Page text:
Imagine your patient has had an MRI or CT scan for a simple headache. The radiologist report reads, “4mm un-ruptured intracranial aneurysm arising from the supraclinoid internal carotid artery.” You send an office referral to see your trusted neighborhood neuro-endovascular surgeon and proceed to call the patient. The patient begins to ask you a million frantic questions in a state of shock and despair.
If that patient does not ask you those questions, they immediately turn to Dr. Google.
A Google search for brain aneurysm returns images of ruptured aneurysms and alarmist messages encouraging people to seek emergent care. The patient may feel compelled to go to an emergency room. If that patient’s sensibilities enable them to refrain from the emergency room they begin to wonder, “Is it ok to drink coffee or will that rupture my aneurysm? Is it ok to work out? Is it ok to shower? Should my kids get tested?” The answer to all of these questions is that everything is ok. The prevalence of un-ruptured intracranial aneurysms is estimated between 3-4%.
There are millions of people who have undiagnosed aneurysms. A new diagnosis should not drastically change a patient’s behavior.
In reality, 6 million Americans have brain aneurysms and there are only 30,000 ruptured aneurysms per year. An aneurysmal rupture carries a mortality rate of 40%. A high mortality and morbidity rate associated with rupture makes deciding which aneurysms to treat of paramount importance. A majority of aneurysms identified incidentally are treated with careful observation. Observation entails annual non-invasive imaging such as an MRA or CTA. If the imaging remains stable then continued observation is considered.
“To Treat or not to treat?” begins with determining the patient’s lifetime risk of rupture. Size is the first selection criteria. Initially, it was felt all aneurysms less than 10mm had an approximately 1% risk based on a population study in Helsinki, Finland. Later the controversial, ISUIA I and II studies suggested a lower risk. The flaws of the latter study include selection bias, crossover and incomplete follow-up.
The risk of rupture is accepted to range from .85% to 1.7% for aneurysms less than 10mm. Aneurysms greater than 10mm have a much higher rate of rupture and are usually recommended for treatment. Other patient specific factors include personal history of rupture, family history of ruptured aneurysms, aneurysm shape, or smoking history.
So now you have a patient with an aneurysm. The number one lifestyle modification needed is smoking cessation. The patient may resume all other normal activities including exercise.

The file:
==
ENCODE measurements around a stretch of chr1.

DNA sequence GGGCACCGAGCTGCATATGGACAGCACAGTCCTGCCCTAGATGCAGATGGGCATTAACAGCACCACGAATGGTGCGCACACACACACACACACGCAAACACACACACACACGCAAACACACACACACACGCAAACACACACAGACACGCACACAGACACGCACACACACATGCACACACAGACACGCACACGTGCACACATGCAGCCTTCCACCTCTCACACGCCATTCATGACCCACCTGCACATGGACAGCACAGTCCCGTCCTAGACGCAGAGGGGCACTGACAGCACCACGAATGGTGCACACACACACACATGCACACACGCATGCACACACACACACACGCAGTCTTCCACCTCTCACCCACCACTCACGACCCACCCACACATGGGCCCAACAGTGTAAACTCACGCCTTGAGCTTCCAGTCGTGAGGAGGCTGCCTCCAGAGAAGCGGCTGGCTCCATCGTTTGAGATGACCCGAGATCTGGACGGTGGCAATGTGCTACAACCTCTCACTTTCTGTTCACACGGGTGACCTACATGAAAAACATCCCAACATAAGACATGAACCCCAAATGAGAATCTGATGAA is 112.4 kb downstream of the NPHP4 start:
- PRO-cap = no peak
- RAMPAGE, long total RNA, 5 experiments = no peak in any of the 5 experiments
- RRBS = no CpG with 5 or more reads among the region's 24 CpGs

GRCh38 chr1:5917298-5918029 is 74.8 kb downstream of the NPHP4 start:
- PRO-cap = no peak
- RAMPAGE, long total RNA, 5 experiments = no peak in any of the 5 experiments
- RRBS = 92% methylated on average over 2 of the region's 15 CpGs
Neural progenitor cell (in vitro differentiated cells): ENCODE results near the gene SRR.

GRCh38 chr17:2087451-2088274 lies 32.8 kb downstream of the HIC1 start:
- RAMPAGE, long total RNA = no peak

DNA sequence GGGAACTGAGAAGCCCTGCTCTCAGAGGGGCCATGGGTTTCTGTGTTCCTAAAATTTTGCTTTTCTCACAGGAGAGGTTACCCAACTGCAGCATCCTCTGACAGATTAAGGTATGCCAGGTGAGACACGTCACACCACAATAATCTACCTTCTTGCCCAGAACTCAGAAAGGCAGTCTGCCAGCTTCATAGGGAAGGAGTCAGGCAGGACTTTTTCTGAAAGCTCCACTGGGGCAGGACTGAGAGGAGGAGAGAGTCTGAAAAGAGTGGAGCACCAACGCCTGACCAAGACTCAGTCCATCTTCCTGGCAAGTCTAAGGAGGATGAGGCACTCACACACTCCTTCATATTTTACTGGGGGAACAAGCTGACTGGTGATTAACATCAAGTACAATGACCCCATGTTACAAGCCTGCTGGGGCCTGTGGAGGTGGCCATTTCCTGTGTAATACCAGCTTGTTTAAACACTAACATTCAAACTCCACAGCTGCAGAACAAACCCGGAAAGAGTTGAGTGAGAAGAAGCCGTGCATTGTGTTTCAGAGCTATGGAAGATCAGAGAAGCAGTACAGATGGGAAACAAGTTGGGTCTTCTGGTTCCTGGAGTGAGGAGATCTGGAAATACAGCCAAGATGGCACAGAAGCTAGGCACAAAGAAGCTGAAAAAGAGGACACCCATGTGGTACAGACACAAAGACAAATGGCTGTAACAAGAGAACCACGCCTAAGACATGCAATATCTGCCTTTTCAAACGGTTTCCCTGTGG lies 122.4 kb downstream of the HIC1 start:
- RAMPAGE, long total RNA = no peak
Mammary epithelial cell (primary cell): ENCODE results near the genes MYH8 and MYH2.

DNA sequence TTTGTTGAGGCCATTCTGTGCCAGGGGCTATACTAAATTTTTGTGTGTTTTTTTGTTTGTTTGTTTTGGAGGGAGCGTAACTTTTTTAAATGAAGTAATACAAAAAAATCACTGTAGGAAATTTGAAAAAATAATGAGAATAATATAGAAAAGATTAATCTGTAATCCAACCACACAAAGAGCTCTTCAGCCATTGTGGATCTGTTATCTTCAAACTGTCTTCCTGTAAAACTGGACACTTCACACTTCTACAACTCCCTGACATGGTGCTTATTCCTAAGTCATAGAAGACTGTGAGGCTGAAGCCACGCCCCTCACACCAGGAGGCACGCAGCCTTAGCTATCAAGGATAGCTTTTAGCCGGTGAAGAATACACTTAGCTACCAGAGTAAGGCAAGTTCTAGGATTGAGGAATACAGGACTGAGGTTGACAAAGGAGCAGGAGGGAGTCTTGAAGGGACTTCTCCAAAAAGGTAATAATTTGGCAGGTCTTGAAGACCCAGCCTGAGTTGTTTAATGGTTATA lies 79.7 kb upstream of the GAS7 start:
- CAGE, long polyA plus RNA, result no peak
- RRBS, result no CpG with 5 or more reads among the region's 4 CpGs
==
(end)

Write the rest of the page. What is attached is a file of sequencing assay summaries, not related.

Smoking is the number one patient-controlled risk factor. I spend a great deal of time trying to convince patients recently diagnosed with an UIA to quit smoking. In patients and families with two first-degree relatives with intracranial aneurysms, screening is recommended.
The aneurysm has been identified and now the decision must be made. The patient should be referred to a neurovascular specialist. The choice to treat or not to treat the aneurysm would be a careful consideration and discussion of aneurysm specific risk factors such as size, shape, and patient’s medical conditions. If the risk of rupture is greater than the risk of treatment then treatment is usually recommended. In the modern era of minimally invasive endovascular treatments, more aneurysms are amenable to treatment with minimal side effects.
Notes: Patients with unruptured aneurysms were separated into two cohorts: those with no history of subarachnoid hemorrhage (group 1), and those with a history of subarachnoid hemorrhage from another aneurysm (group 2). For larger aneurysms, the studies noted no significant differences in rupture rates between groups 1 and 2. Although the two studies stratified aneurysm size differently, ISUIA II reported rupture rates that were generally higher than ISUIA I. ISUIA, International Study of Unruptured Intracranial Aneurysms; Pcom, posterior communicating.
The intracranial aneurysm diagnosis often produces anxiety for both the patient and provider. The article discusses the considerations for any provider who has a patient recently diagnosed with an un-ruptured intracranial aneurysm.
Dr. Ravi Hemant Gandhi joined Orlando Neurosurgery following a cerebrovascular and skull base neurosurgery fellowship at Goodman Campbell Brain and Spine in Indianapolis, Ind. and a neuroendovascular fellowship at Albany Medical Center in New York. A neurosurgeon with nearly a decade of experience and a wide variety of peer-reviewed articles and oral presentations he has a special interest in the detection and treatment of complex brain and spinal tumors, blood vessel disease of the head and neck, and emergency treatment of neurological trauma and stroke. Visit www.orlandoneurosurgery.com